So here we see a group of disciples whose hearts have become hardened. They had grown spiritually insensitive to the miracles of Christ. They had just observed and participated in perhaps the most spectacular of all of Christ’s miracles. Thousands of people were fed with only five loaves of bread and two small fish. So too, in chapter 8, the same truth is brought to light. Christ had warned his disciples after the miracle of the feeding of the four thousand “to beware of the yeast of the Pharisees and that of Herod”. By this, He designed to put the disciples on their guard against those peculiar doctrines, as He well knew were particularly liable to prejudice their minds against the truth of his teachings. He warned them to beware of that yeast, which would diffuse a destructive influence over all their opinions and feelings. But the disciples, misunderstanding the importance of Christ’s warning, in the hardness of their hearts, ‘reasoned among themselves,’ saying, ‘It is because we have no bread.’ And when Jesus knew it, he said to them, “Why are you talking about having no bread? Do you still not see or understand? Are your hearts hardened? Do you have eyes but fail to see, and ears but fail to hear?” In other words, have you so mistaken the meaning of the miracle which I did, that you cannot yet understand truth? Is it possible that you have so misinterpreted my instructions that you cannot understand the plainest truth which I make known to you?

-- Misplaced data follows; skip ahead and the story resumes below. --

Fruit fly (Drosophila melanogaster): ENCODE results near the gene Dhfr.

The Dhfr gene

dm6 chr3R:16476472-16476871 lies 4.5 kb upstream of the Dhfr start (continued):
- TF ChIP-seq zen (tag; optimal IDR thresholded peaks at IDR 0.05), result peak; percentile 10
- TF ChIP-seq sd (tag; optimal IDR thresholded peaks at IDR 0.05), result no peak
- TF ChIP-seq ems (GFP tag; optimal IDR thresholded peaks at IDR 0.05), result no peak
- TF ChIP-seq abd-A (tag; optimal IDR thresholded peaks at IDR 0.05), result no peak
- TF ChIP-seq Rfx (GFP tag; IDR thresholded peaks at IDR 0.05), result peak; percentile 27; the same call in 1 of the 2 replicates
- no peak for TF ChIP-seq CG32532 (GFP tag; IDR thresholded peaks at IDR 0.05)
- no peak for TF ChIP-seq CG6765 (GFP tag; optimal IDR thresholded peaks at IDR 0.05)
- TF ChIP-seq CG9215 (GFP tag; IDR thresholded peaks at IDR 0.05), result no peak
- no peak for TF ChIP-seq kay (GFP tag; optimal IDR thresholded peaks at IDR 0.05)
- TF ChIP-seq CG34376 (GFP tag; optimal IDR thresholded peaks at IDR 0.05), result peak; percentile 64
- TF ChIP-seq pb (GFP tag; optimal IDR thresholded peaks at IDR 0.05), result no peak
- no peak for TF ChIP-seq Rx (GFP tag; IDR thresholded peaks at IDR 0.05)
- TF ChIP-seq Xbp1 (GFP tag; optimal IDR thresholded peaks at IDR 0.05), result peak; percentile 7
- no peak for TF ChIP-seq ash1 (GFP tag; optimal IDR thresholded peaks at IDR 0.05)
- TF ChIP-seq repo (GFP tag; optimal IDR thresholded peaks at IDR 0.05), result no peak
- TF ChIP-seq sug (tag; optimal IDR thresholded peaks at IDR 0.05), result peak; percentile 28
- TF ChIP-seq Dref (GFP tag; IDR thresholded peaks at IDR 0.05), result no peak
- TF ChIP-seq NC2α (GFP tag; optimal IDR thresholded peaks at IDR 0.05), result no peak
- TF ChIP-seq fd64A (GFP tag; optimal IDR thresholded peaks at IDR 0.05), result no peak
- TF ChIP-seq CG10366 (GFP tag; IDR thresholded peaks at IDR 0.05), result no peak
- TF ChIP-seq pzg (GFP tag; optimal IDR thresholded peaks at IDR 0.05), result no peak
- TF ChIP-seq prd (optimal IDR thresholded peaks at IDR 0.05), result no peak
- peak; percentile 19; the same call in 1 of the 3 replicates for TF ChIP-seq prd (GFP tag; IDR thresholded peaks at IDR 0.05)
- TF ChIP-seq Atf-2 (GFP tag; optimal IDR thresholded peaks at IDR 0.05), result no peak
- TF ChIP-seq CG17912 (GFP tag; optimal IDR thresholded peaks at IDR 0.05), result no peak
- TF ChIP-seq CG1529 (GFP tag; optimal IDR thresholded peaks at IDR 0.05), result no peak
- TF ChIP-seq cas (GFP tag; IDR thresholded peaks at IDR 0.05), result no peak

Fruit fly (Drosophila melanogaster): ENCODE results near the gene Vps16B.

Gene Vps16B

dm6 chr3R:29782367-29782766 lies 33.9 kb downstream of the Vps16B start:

These men had not turned their backs on Christ or His service, they were very much involved, they had healed the sick and driven out demons themselves and yet their hearts had become hardened. They were spiritually insensitive to the work of God. They were spiritually insensitive to see who Jesus really was? Their hearts had become hardened. What about your heart, what about mine?

Jesus had done an amazing work that only He could have performed, and yet the disciples missed its full meaning. They had Jesus with them every day and yet did they recognise Him as the Lord of heaven and earth?

So let’s go back to our gospel reading today, as soon as the 5000 were fed and Jesus’ teaching was finished, he sent the disciples into a boat to go to the other side of the Sea of Galilee while he went into a mountain to pray. We could talk about prayer and how Jesus so many times went to be alone with God in prayer. We always ought to reflect on our own prayer life and our relationship with Him but that is for another day.